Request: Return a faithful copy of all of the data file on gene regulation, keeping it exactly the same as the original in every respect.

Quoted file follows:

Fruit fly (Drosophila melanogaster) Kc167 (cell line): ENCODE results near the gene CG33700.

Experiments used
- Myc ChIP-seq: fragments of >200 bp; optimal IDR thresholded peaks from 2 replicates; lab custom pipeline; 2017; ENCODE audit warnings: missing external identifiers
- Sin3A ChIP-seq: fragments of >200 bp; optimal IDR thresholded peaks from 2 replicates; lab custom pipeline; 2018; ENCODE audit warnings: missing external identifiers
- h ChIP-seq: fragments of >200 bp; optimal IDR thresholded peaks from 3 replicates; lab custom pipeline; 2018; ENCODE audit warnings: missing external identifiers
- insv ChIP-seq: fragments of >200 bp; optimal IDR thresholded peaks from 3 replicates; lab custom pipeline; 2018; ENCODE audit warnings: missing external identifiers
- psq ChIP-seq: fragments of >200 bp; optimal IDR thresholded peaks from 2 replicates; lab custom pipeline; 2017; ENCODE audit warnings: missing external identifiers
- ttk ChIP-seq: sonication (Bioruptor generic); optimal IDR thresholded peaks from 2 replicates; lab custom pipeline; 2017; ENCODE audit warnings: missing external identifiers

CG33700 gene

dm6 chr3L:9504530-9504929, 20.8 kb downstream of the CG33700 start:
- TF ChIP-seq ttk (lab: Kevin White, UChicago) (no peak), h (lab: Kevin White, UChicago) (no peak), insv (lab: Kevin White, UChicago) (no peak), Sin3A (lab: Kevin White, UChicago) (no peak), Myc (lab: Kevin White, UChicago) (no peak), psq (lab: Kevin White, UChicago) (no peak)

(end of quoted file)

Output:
Fruit fly (Drosophila melanogaster) Kc167 (cell line): ENCODE results near the gene CG33700.

Experiments used
- Myc ChIP-seq: fragments of >200 bp; optimal IDR thresholded peaks from 2 replicates; lab custom pipeline; 2017; ENCODE audit warnings: missing external identifiers
- Sin3A ChIP-seq: fragments of >200 bp; optimal IDR thresholded peaks from 2 replicates; lab custom pipeline; 2018; ENCODE audit warnings: missing external identifiers
- h ChIP-seq: fragments of >200 bp; optimal IDR thresholded peaks from 3 replicates; lab custom pipeline; 2018; ENCODE audit warnings: missing external identifiers
- insv ChIP-seq: fragments of >200 bp; optimal IDR thresholded peaks from 3 replicates; lab custom pipeline; 2018; ENCODE audit warnings: missing external identifiers
- psq ChIP-seq: fragments of >200 bp; optimal IDR thresholded peaks from 2 replicates; lab custom pipeline; 2017; ENCODE audit warnings: missing external identifiers
- ttk ChIP-seq: sonication (Bioruptor generic); optimal IDR thresholded peaks from 2 replicates; lab custom pipeline; 2017; ENCODE audit warnings: missing external identifiers

CG33700 gene

dm6 chr3L:9504530-9504929, 20.8 kb downstream of the CG33700 start:
- TF ChIP-seq ttk (lab: Kevin White, UChicago) (no peak), h (lab: Kevin White, UChicago) (no peak), insv (lab: Kevin White, UChicago) (no peak), Sin3A (lab: Kevin White, UChicago) (no peak), Myc (lab: Kevin White, UChicago) (no peak), psq (lab: Kevin White, UChicago) (no peak)